A qualitative study of osteopaths’ beliefs about pain management for patients with symptomatic endometriosis

Authors:
  • Callan Nuala
Keywords: Endometriosis, Endometriosis Treatment, Osteopathic Treatment of Endometriosis, Endometriosis and Pain Management
Type of Publication: Thesis/Dissertation
Institute: British School of Osteopathy
Publication date: 2011 Entry date: 2012 February, 03
Status: Finished Recommended: No
Country: United Kingdom Language: English
Available at: http://bso-web.bso.ac.uk/BSO-All/Library-public/IntranetTest/PROJECTS_2011_files/Projects/CallanNuala.doc

Abstract

Background: Two million UK females of reproductive age live with endometriosis (NHS, 2010). Current research fails to identify definitively the onset, aetiology or progression of endometriosis, hence no cure has been found. This condition commonly presents to osteopaths as pain (Stone, 2007) but there is limited research regarding how osteopathic treatment may help patients living with symptomatic endometriosis (Tettambel, 2005).

Objectives: The study explored osteopaths’ beliefs and experiences of treating patients with symptomatic endometriosis to identify whether patients appear to benefit from osteopathic treatment.

Method: Eight semi-structured interviews were conducted with a purposive sample of osteopaths Interviews were analysed using content analysis consistent with elements of grounded theory.

Results: Eight main themes emerged; osteopaths’ interests, sites of pain, types of pain, aims of treatment, osteopathic techniques used, treatment thought to reduce symptoms/increase symptoms and contraindications.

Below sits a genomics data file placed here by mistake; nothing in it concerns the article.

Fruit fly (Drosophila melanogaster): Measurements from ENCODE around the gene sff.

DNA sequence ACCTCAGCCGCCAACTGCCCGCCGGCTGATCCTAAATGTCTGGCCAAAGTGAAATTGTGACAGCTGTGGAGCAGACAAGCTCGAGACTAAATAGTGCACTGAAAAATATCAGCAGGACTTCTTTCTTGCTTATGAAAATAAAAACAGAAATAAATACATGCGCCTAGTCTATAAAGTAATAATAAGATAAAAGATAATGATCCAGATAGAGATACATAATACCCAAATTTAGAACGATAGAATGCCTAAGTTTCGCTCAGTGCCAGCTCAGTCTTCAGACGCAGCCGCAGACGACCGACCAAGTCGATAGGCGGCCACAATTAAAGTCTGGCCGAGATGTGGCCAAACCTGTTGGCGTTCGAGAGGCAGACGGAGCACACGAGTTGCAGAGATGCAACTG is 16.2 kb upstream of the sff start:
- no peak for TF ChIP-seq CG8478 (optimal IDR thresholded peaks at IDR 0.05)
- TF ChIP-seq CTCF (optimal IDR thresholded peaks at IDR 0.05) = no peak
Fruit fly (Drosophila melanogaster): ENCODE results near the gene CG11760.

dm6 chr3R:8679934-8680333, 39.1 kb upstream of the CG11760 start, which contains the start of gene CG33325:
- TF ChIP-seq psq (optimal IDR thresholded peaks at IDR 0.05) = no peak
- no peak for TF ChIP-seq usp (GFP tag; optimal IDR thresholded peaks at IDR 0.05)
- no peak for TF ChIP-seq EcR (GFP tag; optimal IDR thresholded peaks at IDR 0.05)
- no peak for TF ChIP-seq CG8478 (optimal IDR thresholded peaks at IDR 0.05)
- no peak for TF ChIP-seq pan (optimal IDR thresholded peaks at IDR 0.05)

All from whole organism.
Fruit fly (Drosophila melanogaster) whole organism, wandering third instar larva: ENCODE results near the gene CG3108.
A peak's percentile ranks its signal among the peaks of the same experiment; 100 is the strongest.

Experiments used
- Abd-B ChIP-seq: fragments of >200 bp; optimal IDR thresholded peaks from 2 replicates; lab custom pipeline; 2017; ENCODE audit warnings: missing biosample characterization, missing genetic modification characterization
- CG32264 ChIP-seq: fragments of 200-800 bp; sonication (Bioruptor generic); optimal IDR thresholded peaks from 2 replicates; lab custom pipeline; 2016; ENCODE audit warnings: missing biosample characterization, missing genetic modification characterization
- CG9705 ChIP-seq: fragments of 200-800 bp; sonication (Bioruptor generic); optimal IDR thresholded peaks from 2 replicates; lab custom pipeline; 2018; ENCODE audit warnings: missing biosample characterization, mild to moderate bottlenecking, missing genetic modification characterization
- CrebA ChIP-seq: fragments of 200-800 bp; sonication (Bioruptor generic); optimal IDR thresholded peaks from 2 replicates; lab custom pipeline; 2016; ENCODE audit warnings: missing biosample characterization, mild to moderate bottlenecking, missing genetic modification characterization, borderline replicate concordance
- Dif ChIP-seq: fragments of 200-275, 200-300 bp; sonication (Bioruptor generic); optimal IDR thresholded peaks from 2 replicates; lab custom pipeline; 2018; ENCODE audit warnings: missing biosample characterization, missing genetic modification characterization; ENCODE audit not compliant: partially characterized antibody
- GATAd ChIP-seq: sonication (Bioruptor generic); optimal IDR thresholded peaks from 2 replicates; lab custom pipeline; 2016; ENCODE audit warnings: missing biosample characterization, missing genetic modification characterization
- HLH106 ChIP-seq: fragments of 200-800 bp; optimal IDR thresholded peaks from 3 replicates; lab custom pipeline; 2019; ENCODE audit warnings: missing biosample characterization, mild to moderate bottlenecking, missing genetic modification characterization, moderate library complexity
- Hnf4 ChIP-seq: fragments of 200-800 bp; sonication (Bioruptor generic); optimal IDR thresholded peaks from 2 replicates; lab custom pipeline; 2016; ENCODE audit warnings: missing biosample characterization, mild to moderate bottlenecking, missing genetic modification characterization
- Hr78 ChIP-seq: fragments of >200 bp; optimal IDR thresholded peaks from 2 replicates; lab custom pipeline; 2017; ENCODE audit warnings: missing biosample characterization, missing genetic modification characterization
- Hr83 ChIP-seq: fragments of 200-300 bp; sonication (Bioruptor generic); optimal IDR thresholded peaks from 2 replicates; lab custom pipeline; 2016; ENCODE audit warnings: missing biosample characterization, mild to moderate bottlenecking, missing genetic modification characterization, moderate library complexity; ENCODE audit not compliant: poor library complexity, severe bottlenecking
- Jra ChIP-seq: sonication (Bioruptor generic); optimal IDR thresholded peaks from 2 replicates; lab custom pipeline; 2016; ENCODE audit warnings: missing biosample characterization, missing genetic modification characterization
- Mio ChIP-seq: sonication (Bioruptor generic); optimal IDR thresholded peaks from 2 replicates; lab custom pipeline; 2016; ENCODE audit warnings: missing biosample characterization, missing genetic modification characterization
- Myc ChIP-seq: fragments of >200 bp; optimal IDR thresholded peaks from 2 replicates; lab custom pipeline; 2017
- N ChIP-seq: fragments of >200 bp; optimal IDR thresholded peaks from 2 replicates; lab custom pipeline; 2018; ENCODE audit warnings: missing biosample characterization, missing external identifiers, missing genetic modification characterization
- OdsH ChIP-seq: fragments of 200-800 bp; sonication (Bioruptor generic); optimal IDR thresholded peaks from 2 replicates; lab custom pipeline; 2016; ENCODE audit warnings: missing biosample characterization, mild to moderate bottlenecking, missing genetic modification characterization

Conclusions: This sample of osteopaths believed endometriosis was oestrogen dependent. The 1-4 grading of endometriosis was crucial to understand the effect of osteopathic treatment. It was concluded that osteopathic treatment in grade 1-2 endometriosis could help to reduce symptoms but 3-4 required Gonadotrophin Releasing Hormone (GnRH) inhibition or surgical intervention.

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Abstract (English)

Title: A qualitative study of osteopaths’ beliefs about pain management for patients with symptomatic endometriosis

Background: Two million UK females of reproductive age live with endometriosis (NHS, 2010). Current research fails to identify definitively the onset, aetiology or progression of endometriosis, hence no cure has been found. This condition commonly presents to osteopaths as pain (Stone, 2007) but there is limited research regarding how osteopathic treatment may help patients living with symptomatic endometriosis (Tettambel, 2005).

Objectives: The study explored osteopaths’ beliefs and experiences of treating patients with symptomatic endometriosis to identify whether patients appear to benefit from osteopathic treatment.

Method: Eight semi-structured interviews were conducted with a purposive sample of osteopaths Interviews were analysed using content analysis consistent with elements of grounded theory.

Results: Eight main themes emerged; osteopaths’ interests, sites of pain, types of pain, aims of treatment, osteopathic techniques used, treatment thought to reduce symptoms/increase symptoms and contraindications.

Conclusions: This sample of osteopaths believed endometriosis was oestrogen dependent. The 1-4 grading of endometriosis was crucial to understand the effect of osteopathic treatment. It was concluded that osteopathic treatment in grade 1-2 endometriosis could help to reduce symptoms but 3-4 required Gonadotrophin Releasing Hormone (GnRH) inhibition or surgical intervention.